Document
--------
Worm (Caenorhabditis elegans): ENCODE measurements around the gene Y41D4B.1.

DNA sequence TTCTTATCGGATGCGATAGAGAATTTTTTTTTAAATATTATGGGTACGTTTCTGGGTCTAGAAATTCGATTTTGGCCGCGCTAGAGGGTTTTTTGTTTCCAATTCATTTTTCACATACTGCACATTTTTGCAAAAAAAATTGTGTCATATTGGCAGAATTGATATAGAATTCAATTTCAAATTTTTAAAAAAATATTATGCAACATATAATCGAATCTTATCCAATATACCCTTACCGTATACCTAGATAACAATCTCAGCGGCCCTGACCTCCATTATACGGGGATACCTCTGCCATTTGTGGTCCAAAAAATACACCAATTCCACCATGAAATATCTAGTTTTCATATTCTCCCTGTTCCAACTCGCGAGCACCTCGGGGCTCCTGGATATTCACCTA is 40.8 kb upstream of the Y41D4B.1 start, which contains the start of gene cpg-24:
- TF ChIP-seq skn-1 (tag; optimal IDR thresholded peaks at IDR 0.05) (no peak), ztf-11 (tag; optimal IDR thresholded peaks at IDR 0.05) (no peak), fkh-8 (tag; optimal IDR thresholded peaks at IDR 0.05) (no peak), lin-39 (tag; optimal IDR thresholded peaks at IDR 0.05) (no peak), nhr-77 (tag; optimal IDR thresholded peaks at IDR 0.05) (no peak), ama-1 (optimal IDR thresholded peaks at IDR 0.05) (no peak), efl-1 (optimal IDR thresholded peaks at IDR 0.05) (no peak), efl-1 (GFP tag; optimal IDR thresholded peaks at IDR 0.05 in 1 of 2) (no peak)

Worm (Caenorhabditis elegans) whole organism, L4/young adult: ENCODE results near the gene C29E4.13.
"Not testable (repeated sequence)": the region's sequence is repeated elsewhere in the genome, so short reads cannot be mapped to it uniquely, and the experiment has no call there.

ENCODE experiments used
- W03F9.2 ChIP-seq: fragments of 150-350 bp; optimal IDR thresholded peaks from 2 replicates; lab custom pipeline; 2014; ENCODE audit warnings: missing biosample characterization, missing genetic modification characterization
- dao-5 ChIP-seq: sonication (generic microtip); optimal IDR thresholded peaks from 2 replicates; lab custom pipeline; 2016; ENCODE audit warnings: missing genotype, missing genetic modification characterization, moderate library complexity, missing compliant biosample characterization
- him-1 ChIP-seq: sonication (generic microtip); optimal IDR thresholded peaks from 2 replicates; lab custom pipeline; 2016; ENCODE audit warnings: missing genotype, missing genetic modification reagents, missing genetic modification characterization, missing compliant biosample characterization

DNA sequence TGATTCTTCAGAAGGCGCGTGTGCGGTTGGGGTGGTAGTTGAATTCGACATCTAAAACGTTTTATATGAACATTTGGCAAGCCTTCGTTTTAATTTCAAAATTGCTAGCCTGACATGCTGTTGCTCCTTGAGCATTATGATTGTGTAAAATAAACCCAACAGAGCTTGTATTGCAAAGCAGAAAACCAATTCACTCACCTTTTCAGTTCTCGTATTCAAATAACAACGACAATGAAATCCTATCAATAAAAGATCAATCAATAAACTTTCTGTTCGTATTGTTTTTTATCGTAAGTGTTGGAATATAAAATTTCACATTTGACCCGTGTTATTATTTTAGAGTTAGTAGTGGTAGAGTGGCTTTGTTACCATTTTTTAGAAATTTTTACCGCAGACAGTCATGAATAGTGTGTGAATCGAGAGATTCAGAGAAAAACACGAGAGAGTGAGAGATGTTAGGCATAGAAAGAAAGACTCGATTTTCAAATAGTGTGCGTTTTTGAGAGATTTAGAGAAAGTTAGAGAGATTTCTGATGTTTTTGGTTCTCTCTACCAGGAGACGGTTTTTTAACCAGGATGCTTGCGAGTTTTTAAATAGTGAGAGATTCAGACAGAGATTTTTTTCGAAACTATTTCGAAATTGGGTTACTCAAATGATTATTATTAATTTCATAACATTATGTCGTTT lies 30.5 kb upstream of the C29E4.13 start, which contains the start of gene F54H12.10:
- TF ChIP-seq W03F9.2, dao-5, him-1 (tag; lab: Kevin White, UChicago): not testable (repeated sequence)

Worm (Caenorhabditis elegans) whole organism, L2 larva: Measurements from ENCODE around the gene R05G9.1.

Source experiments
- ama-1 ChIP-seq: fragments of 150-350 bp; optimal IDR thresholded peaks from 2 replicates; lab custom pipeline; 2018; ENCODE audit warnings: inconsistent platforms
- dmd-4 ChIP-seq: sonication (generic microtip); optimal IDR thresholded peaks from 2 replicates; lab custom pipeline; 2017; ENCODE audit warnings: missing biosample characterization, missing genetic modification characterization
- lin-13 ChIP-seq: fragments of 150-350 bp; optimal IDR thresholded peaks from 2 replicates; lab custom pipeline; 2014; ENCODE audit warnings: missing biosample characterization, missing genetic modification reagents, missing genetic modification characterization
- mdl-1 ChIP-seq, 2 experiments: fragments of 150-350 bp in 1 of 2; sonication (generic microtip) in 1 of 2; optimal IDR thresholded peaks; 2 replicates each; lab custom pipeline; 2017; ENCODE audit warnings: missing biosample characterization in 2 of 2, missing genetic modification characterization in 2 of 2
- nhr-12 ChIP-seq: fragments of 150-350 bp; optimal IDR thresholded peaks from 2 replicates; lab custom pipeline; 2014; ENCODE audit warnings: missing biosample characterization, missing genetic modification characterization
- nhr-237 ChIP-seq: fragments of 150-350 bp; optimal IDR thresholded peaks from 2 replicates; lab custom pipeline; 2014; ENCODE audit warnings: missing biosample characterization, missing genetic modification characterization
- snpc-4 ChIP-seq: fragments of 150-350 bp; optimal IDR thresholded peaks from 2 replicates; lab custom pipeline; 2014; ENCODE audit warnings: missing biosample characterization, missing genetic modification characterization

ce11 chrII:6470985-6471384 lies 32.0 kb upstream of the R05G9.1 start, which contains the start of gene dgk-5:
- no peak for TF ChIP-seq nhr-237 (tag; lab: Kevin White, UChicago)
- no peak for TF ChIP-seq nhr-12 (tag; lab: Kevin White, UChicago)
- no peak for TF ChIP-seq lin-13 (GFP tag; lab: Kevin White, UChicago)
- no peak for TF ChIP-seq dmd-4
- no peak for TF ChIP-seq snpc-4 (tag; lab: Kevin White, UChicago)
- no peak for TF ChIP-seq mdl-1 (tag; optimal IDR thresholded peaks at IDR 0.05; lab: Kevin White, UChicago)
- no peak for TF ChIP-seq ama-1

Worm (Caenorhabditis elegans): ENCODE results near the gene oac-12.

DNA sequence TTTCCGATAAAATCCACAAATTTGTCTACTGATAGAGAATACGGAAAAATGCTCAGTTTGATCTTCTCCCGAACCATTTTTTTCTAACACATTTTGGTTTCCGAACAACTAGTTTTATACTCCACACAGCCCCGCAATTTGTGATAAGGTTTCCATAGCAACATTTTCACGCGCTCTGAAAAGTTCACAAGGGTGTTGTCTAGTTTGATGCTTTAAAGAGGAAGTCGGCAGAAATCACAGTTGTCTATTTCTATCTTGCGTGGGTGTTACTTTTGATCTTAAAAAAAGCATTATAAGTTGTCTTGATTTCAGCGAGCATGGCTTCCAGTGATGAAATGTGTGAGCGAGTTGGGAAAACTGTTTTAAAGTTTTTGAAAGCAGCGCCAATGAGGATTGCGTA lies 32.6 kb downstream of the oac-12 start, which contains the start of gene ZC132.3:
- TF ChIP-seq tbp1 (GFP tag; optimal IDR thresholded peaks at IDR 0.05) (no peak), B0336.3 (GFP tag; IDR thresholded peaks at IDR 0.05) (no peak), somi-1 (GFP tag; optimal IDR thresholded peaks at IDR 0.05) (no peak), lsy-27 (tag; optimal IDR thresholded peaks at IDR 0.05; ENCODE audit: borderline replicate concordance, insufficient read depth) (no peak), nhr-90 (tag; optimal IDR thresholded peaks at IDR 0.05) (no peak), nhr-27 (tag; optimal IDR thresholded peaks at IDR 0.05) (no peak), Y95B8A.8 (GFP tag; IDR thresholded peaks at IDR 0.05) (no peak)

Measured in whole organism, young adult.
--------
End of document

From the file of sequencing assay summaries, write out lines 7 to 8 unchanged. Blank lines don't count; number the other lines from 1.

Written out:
- W03F9.2 ChIP-seq: fragments of 150-350 bp; optimal IDR thresholded peaks from 2 replicates; lab custom pipeline; 2014; ENCODE audit warnings: missing biosample characterization, missing genetic modification characterization
- dao-5 ChIP-seq: sonication (generic microtip); optimal IDR thresholded peaks from 2 replicates; lab custom pipeline; 2016; ENCODE audit warnings: missing genotype, missing genetic modification characterization, moderate library complexity, missing compliant biosample characterization